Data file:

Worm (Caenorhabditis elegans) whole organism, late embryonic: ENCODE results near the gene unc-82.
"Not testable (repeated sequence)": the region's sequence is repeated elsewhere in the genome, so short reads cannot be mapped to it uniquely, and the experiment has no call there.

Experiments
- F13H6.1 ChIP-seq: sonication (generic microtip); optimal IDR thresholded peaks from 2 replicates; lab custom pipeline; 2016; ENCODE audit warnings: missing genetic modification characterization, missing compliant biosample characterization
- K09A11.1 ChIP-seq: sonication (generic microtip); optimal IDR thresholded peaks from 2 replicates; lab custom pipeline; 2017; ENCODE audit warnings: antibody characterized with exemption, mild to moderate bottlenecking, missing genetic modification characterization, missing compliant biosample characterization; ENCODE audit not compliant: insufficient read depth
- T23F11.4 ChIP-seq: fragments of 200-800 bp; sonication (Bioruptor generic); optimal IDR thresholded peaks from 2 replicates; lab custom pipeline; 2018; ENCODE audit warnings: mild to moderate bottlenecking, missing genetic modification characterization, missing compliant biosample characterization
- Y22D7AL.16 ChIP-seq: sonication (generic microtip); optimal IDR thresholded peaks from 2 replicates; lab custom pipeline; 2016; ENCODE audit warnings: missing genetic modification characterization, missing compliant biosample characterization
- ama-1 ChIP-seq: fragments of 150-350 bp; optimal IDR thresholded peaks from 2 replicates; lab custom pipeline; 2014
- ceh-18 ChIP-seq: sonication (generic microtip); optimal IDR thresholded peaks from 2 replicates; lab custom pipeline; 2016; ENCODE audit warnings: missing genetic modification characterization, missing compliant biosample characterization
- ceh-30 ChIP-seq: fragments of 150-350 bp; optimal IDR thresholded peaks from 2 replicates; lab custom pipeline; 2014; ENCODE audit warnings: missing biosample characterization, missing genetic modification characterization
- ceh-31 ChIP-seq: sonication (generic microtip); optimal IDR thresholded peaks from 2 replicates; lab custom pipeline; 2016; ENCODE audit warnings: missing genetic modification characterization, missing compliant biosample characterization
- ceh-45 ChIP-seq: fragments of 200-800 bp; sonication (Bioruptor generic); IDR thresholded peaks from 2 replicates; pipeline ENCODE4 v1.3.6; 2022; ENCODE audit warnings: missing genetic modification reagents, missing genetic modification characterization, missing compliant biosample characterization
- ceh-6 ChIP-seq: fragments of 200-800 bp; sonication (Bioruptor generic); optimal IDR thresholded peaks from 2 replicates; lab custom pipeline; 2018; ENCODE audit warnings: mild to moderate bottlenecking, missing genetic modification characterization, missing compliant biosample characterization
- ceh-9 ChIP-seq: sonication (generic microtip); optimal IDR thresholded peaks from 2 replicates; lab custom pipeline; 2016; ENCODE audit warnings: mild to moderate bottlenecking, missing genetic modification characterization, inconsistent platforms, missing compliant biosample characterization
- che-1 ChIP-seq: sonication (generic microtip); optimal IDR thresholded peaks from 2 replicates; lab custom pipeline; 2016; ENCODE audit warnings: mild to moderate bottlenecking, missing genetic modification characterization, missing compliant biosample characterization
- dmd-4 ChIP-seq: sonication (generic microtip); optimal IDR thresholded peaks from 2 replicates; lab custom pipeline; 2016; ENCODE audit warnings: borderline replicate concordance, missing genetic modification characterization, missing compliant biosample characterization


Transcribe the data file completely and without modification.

Worm (Caenorhabditis elegans) whole organism, late embryonic: ENCODE results near the gene unc-82.
"Not testable (repeated sequence)": the region's sequence is repeated elsewhere in the genome, so short reads cannot be mapped to it uniquely, and the experiment has no call there.

Experiments
- F13H6.1 ChIP-seq: sonication (generic microtip); optimal IDR thresholded peaks from 2 replicates; lab custom pipeline; 2016; ENCODE audit warnings: missing genetic modification characterization, missing compliant biosample characterization
- K09A11.1 ChIP-seq: sonication (generic microtip); optimal IDR thresholded peaks from 2 replicates; lab custom pipeline; 2017; ENCODE audit warnings: antibody characterized with exemption, mild to moderate bottlenecking, missing genetic modification characterization, missing compliant biosample characterization; ENCODE audit not compliant: insufficient read depth
- T23F11.4 ChIP-seq: fragments of 200-800 bp; sonication (Bioruptor generic); optimal IDR thresholded peaks from 2 replicates; lab custom pipeline; 2018; ENCODE audit warnings: mild to moderate bottlenecking, missing genetic modification characterization, missing compliant biosample characterization
- Y22D7AL.16 ChIP-seq: sonication (generic microtip); optimal IDR thresholded peaks from 2 replicates; lab custom pipeline; 2016; ENCODE audit warnings: missing genetic modification characterization, missing compliant biosample characterization
- ama-1 ChIP-seq: fragments of 150-350 bp; optimal IDR thresholded peaks from 2 replicates; lab custom pipeline; 2014
- ceh-18 ChIP-seq: sonication (generic microtip); optimal IDR thresholded peaks from 2 replicates; lab custom pipeline; 2016; ENCODE audit warnings: missing genetic modification characterization, missing compliant biosample characterization
- ceh-30 ChIP-seq: fragments of 150-350 bp; optimal IDR thresholded peaks from 2 replicates; lab custom pipeline; 2014; ENCODE audit warnings: missing biosample characterization, missing genetic modification characterization
- ceh-31 ChIP-seq: sonication (generic microtip); optimal IDR thresholded peaks from 2 replicates; lab custom pipeline; 2016; ENCODE audit warnings: missing genetic modification characterization, missing compliant biosample characterization
- ceh-45 ChIP-seq: fragments of 200-800 bp; sonication (Bioruptor generic); IDR thresholded peaks from 2 replicates; pipeline ENCODE4 v1.3.6; 2022; ENCODE audit warnings: missing genetic modification reagents, missing genetic modification characterization, missing compliant biosample characterization
- ceh-6 ChIP-seq: fragments of 200-800 bp; sonication (Bioruptor generic); optimal IDR thresholded peaks from 2 replicates; lab custom pipeline; 2018; ENCODE audit warnings: mild to moderate bottlenecking, missing genetic modification characterization, missing compliant biosample characterization
- ceh-9 ChIP-seq: sonication (generic microtip); optimal IDR thresholded peaks from 2 replicates; lab custom pipeline; 2016; ENCODE audit warnings: mild to moderate bottlenecking, missing genetic modification characterization, inconsistent platforms, missing compliant biosample characterization
- che-1 ChIP-seq: sonication (generic microtip); optimal IDR thresholded peaks from 2 replicates; lab custom pipeline; 2016; ENCODE audit warnings: mild to moderate bottlenecking, missing genetic modification characterization, missing compliant biosample characterization
- dmd-4 ChIP-seq: sonication (generic microtip); optimal IDR thresholded peaks from 2 replicates; lab custom pipeline; 2016; ENCODE audit warnings: borderline replicate concordance, missing genetic modification characterization, missing compliant biosample characterization